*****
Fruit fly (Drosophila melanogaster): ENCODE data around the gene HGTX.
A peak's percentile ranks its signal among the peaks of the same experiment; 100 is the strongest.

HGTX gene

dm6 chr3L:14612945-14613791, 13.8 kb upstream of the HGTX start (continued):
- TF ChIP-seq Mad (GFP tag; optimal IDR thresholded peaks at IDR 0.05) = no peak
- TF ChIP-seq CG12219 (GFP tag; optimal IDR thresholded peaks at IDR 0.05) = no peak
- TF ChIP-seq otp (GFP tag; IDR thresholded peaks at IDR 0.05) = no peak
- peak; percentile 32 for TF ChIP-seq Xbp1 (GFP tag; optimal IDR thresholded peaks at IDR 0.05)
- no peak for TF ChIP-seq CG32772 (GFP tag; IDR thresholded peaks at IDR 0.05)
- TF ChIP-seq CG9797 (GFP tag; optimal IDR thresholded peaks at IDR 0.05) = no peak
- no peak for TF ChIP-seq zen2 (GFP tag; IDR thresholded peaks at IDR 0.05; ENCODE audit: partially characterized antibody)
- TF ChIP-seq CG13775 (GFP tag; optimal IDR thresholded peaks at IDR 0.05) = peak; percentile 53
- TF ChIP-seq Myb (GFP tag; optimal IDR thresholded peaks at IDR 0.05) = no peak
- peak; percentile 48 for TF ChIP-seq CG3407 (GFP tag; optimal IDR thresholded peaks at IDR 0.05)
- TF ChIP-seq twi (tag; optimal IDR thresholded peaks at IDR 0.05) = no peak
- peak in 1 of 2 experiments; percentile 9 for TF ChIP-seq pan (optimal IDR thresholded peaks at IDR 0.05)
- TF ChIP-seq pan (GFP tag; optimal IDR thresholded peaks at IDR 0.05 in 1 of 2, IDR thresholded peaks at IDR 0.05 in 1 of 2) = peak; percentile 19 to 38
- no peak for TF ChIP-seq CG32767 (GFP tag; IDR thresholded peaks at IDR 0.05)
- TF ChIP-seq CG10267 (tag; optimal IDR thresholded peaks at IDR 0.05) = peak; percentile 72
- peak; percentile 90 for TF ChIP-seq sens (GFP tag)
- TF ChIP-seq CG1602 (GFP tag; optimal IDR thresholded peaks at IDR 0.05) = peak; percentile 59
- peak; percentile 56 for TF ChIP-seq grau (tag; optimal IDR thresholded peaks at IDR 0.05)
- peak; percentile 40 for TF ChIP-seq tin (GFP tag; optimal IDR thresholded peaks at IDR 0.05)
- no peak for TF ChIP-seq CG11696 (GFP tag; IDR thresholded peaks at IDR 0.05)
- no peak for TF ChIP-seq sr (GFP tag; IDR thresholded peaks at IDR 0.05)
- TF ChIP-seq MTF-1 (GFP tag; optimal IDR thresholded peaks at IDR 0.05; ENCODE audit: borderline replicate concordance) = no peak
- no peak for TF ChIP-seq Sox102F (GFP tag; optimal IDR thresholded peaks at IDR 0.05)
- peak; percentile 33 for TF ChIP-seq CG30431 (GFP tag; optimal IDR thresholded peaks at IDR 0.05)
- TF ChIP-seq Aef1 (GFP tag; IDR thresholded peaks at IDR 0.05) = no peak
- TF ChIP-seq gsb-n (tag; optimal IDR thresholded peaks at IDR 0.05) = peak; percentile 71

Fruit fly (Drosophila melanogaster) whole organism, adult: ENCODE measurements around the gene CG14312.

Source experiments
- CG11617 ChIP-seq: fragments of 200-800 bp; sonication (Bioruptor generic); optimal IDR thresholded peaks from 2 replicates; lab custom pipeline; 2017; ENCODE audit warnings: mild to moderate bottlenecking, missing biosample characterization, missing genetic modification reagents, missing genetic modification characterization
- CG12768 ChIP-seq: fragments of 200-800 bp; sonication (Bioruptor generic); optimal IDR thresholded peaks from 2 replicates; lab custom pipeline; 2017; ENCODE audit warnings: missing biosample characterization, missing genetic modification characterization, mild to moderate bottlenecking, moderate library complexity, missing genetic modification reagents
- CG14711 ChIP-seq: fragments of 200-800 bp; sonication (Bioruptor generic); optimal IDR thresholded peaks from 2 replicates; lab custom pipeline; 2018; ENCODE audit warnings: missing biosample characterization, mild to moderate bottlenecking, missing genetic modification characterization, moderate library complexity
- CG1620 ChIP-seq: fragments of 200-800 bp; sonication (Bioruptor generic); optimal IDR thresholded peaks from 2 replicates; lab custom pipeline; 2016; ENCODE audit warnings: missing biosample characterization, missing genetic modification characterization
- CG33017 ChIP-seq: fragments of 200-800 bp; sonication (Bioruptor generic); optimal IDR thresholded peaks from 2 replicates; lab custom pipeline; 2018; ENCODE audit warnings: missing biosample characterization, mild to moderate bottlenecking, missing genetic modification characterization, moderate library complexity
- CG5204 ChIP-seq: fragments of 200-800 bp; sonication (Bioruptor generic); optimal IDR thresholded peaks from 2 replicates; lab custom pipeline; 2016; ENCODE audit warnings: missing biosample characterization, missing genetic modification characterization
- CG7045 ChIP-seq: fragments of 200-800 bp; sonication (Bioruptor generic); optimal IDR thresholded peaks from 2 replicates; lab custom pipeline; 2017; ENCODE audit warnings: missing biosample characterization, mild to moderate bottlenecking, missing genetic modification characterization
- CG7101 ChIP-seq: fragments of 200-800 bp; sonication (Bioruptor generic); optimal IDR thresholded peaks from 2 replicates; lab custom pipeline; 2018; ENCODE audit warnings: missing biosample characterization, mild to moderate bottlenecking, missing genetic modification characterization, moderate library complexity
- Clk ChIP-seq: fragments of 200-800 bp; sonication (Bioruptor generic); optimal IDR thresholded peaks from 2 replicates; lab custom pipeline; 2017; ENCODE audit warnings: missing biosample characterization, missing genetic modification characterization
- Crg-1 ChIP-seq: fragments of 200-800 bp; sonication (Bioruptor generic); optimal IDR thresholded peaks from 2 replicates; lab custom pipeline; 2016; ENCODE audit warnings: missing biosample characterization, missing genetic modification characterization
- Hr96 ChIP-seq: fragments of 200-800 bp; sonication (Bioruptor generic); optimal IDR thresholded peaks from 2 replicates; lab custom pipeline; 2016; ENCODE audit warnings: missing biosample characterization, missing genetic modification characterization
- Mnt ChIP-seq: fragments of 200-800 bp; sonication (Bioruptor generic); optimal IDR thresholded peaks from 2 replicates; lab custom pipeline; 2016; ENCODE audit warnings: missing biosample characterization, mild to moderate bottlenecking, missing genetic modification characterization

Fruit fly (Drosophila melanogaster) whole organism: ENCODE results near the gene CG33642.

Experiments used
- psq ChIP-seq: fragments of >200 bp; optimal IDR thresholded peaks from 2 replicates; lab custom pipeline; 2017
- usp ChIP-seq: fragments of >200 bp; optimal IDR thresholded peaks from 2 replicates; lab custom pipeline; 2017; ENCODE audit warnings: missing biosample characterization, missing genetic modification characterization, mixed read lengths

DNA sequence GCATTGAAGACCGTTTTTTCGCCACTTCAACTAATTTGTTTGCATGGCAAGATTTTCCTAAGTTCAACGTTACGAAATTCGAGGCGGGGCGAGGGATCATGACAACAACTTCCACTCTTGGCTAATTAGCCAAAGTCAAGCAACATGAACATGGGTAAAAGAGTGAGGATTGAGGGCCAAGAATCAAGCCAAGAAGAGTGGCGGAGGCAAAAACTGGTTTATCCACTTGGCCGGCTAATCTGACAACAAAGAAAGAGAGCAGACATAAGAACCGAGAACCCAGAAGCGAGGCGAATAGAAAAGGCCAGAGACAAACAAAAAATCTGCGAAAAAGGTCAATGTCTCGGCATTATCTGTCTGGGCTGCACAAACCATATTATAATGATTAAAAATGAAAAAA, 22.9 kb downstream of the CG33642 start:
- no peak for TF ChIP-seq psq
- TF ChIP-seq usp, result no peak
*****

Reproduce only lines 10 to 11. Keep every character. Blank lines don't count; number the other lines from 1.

- TF ChIP-seq CG9797 (GFP tag; optimal IDR thresholded peaks at IDR 0.05) = no peak
- no peak for TF ChIP-seq zen2 (GFP tag; IDR thresholded peaks at IDR 0.05; ENCODE audit: partially characterized antibody)